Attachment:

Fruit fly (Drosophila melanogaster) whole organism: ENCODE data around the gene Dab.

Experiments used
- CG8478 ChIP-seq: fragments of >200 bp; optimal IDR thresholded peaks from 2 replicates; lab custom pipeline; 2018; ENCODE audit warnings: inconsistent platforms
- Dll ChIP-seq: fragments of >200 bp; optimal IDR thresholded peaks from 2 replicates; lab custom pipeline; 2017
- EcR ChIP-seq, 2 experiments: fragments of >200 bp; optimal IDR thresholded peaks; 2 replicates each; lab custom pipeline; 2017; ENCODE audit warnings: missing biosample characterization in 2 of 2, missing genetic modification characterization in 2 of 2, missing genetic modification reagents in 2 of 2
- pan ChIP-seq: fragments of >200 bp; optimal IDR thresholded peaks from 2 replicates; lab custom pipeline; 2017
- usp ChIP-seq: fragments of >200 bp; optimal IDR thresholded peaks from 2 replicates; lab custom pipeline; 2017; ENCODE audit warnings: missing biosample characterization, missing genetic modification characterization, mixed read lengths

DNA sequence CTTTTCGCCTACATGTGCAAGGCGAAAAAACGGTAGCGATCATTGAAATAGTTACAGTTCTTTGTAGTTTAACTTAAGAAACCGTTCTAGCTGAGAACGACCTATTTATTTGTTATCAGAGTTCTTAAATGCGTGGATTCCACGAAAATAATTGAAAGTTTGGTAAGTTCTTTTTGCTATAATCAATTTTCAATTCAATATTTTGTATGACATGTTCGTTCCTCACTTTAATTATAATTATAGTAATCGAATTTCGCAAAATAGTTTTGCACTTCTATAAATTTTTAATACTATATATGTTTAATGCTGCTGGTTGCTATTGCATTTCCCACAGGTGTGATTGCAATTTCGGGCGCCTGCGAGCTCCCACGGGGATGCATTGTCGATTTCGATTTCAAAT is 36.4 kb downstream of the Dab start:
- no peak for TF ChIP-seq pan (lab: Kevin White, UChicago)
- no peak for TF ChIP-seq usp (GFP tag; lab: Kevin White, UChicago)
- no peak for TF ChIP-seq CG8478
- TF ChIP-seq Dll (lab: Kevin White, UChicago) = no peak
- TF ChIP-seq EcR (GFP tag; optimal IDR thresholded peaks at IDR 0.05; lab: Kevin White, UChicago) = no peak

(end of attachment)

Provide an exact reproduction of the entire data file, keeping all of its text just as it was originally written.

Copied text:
Fruit fly (Drosophila melanogaster) whole organism: ENCODE data around the gene Dab.

Experiments used
- CG8478 ChIP-seq: fragments of >200 bp; optimal IDR thresholded peaks from 2 replicates; lab custom pipeline; 2018; ENCODE audit warnings: inconsistent platforms
- Dll ChIP-seq: fragments of >200 bp; optimal IDR thresholded peaks from 2 replicates; lab custom pipeline; 2017
- EcR ChIP-seq, 2 experiments: fragments of >200 bp; optimal IDR thresholded peaks; 2 replicates each; lab custom pipeline; 2017; ENCODE audit warnings: missing biosample characterization in 2 of 2, missing genetic modification characterization in 2 of 2, missing genetic modification reagents in 2 of 2
- pan ChIP-seq: fragments of >200 bp; optimal IDR thresholded peaks from 2 replicates; lab custom pipeline; 2017
- usp ChIP-seq: fragments of >200 bp; optimal IDR thresholded peaks from 2 replicates; lab custom pipeline; 2017; ENCODE audit warnings: missing biosample characterization, missing genetic modification characterization, mixed read lengths

DNA sequence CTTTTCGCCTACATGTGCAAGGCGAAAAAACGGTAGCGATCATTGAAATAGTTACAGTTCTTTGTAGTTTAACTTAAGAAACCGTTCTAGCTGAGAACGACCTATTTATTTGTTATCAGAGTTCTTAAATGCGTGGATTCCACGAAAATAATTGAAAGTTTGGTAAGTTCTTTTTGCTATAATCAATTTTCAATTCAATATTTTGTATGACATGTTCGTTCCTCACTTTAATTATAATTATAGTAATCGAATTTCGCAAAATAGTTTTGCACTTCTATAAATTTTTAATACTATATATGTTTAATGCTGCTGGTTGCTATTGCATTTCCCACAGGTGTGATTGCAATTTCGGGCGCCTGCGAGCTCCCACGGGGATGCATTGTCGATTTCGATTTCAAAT is 36.4 kb downstream of the Dab start:
- no peak for TF ChIP-seq pan (lab: Kevin White, UChicago)
- no peak for TF ChIP-seq usp (GFP tag; lab: Kevin White, UChicago)
- no peak for TF ChIP-seq CG8478
- TF ChIP-seq Dll (lab: Kevin White, UChicago) = no peak
- TF ChIP-seq EcR (GFP tag; optimal IDR thresholded peaks at IDR 0.05; lab: Kevin White, UChicago) = no peak